Image provided by: University of Nebraska-Lincoln Libraries, Lincoln, NE
About Omaha daily bee. (Omaha [Neb.]) 187?-1922 | View Entire Issue (Aug. 15, 1904)
TITE OMAITA DAILY BEE: MONDAY AUOrST 13, 1001.
WHO IS A SUCCESSFUL MAN?
JUt. H. W. Starr Pointi Out Where Many
Make a Mistake.
WRONG MEASURE FOR SUCCESS IS USED
Iadlrattena that Labor Is Gradually
rroarrrssln to Defter Things,
Tboaah Present System la
For the second of his series of sermons
on the labvr problem Rev.. H. W. Starr,
rector of St. Faul's Episcopal church, took
'as his topic ycrterday morning 'The Chris
tian Standard of' Industrial Success." He
aid In part: , .
Theoretically this looks like a self-evident
proposition, with only affirmative an
swer. Vet, practically. It has been denied
by every Industrial system of which we
have any record. The science of political
economy Is supposed to determine the right
relations between capital and labor, yet
Its standards in the past have been purely
material. It has no regard for man as a
man, but solely as an Instrument for pro
ducing und distributing wealth. There has
been no change In this attitude until re
cent years. - ,' .
The average business man In America
use the old standard more than the new
in determining any kind of Induxtrlnl suc
cess. The individual Is said to be a success
If he lax made a fortune and a failure
If he has lost one. The newspaper has the
blffffest nlnnt. mnat workmen, mrcest clr-
, dilation h evidences of Its hucccks. The
college hs Its success Judged by the
amount of Its endowment or else of It a
buildings or fnculty. Tho church has Its
success Judged by the size of Its building,
numlicr of rented pews, salary paid min
ister, 'the nation Is often Judged by the
same standard. Yet all these are purely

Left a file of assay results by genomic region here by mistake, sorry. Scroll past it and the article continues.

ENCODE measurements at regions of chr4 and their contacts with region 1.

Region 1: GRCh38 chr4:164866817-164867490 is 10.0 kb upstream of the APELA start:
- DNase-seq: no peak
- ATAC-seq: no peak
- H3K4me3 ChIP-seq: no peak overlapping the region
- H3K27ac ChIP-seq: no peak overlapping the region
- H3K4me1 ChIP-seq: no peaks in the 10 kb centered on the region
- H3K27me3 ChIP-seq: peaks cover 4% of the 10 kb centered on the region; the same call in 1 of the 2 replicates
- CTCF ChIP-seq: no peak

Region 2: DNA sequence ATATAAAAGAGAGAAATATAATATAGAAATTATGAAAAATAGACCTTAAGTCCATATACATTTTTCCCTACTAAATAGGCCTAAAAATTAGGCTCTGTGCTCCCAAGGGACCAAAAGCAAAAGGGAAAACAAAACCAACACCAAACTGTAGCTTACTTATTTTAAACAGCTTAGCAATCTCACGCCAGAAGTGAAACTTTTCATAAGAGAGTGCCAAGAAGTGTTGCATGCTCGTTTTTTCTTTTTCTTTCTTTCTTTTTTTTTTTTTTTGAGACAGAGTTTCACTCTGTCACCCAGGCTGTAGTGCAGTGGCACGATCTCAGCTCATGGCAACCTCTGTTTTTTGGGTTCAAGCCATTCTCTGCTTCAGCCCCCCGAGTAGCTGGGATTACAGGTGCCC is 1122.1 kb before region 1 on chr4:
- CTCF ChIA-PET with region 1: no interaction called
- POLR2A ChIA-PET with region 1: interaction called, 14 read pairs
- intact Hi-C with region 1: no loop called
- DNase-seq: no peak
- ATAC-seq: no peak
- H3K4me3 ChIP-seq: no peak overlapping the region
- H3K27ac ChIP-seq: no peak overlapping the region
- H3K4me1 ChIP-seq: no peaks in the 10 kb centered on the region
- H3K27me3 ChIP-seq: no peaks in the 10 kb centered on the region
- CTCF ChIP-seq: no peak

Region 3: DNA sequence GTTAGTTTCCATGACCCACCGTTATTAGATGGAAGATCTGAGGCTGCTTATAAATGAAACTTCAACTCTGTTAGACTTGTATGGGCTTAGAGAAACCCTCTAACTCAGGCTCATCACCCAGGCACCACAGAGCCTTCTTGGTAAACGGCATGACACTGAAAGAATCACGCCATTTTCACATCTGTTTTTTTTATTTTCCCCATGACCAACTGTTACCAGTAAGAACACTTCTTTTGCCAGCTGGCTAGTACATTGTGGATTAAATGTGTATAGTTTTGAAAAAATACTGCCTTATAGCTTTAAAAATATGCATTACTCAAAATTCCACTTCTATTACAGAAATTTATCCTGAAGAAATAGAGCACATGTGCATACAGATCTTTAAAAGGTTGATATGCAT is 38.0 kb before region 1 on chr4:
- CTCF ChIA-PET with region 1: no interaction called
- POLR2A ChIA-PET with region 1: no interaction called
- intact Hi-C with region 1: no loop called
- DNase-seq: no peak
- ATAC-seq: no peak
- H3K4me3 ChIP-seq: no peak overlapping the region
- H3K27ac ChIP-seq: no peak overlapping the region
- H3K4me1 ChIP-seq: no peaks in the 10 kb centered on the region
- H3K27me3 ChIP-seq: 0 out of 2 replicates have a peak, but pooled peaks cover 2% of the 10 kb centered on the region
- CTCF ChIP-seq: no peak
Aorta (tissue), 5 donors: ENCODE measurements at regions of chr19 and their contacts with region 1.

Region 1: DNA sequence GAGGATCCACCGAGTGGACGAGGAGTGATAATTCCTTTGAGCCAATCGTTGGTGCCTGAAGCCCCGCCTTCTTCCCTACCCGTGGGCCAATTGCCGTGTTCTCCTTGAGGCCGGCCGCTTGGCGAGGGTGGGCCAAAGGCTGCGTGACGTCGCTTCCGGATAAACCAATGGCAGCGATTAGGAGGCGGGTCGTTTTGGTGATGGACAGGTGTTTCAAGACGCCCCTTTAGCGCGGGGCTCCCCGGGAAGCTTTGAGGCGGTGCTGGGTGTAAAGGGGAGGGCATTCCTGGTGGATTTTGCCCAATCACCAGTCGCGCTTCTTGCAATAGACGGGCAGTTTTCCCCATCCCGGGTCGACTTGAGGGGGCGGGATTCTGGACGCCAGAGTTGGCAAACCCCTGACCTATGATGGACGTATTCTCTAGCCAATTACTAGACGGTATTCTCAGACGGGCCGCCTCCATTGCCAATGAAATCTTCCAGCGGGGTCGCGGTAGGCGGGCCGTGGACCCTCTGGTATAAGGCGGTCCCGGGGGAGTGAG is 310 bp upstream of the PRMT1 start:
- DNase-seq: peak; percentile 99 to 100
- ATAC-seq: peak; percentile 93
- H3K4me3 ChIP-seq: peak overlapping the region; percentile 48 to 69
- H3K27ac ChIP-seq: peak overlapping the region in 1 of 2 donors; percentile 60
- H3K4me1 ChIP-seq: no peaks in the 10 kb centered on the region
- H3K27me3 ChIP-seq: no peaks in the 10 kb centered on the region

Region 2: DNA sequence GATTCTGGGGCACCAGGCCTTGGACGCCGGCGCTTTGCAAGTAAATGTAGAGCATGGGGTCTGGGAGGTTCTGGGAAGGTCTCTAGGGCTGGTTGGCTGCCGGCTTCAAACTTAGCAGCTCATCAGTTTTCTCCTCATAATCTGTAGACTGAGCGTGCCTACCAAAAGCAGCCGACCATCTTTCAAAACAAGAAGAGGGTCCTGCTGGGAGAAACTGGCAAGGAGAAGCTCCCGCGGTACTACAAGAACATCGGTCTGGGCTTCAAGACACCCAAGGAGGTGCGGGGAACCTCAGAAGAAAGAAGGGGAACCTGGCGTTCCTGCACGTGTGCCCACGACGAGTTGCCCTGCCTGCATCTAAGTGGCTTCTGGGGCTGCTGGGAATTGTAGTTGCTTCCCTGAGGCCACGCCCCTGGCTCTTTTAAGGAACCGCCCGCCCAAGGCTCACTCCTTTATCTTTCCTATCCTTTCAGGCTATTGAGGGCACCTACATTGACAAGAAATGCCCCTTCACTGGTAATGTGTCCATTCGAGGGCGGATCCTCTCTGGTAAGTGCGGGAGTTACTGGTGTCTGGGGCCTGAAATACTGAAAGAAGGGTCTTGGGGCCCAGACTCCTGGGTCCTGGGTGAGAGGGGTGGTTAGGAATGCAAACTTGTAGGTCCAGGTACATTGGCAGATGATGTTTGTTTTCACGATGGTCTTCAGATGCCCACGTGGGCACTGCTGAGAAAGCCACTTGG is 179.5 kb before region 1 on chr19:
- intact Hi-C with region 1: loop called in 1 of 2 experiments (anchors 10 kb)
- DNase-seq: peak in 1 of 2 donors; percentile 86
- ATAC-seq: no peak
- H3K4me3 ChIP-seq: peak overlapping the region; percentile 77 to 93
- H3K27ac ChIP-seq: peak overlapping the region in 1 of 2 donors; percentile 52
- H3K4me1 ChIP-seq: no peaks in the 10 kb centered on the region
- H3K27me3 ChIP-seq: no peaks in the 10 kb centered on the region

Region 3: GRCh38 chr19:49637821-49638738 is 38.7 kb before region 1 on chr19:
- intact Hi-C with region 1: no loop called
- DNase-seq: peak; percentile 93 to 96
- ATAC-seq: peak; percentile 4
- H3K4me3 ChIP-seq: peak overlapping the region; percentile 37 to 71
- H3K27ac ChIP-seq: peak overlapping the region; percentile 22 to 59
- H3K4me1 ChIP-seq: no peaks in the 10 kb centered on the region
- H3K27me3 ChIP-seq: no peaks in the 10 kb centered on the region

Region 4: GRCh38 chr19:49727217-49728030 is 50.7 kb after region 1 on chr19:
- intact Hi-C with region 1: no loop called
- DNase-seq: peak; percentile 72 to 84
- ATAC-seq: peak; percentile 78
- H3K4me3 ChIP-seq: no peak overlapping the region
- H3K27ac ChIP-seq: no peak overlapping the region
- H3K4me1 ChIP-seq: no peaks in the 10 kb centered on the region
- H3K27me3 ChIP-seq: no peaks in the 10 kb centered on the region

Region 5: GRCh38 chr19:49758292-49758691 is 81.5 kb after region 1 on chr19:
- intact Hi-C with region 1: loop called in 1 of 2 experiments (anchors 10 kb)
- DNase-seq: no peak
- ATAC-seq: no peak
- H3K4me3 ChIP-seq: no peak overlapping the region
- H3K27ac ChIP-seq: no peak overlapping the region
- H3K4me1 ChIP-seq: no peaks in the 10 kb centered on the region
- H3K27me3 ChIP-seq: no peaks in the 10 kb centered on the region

material tests. They Indicate only ma
terial success: thev have chiefly to do
with food nnd raiment and very little to
do with "life." They either positively'
deny or else negatively Ignore Christ's
question: "Is not the life more than meat
and the body than raiment?" Christ asks
not bow muoh wealth a nation Is pro
ducing, but what kind of men It Is making.
The average business man of today Is
inclined to say the chief business for men
Is to make money; after he has made all
the money he needs to carry out his plans,
he can then turn his attention toward
ministering to Ms Intellectual or aesthetic
or spiritual needs. In other words, having
first used himself efficiently as a tool for
making money, he can then devote some
email part of his - remaining lire to the
'making of character.
Conditions Are-' Improving. 1 '
There are only four systems of employ
ment slavery, feudalism, socialism and the
wage system. Broadly speaking we may
uv that the tendency-of the wage sys
tem has been to separate men Into two
classes, the tool-owners and the tool-users:
for the Introduction of machinery and the
organization or laDor nave oeen me iwo
forces whloh are largely responsible for
this change which has generally prevailed
since the days of feudalism. ' The wage sys
tem has aone hand -In- hand with modern
civilization and has largely helped to make
It what It is.
Because, under thla system a few men
have amassod such fortunes as were never
dreamed of In other times. There la a
common Impression that worklngmen of
today . are receiving a smaller share of
wealth and are Buffering greater hardships
from the oppression ..of the propertied
classes than they did before this change
took place. That there Is some Justifica
tion lor the feeling. I admit, and I shall
try to discuss the system from that point
of view next Sunday. But that the laborer
today la generally In worse condition than
he was under either slavery or feudalism or
before the use of machinery In manu
facture became general would be hard to
prove, for all the facta nt hand would
eem to Indicate the reverse.
But. Kiutove tall 4 (lie 'materia? advantages
which the Wage system has over slavery
or feudalism or socialism. It certainly tends
to produce better men. It demands and
It also creates a higher Intelligence; It im
poses responsibilities in proportion to one's
ability to bear them: it stimulates a spirit
of Independence, and It mal.es it perfectly
possible for the most ambitious to rise
u hlifh in the scale of success as hla own
ability entitles him to rise. But this is
tne nrigntor siae or ins picture, inere is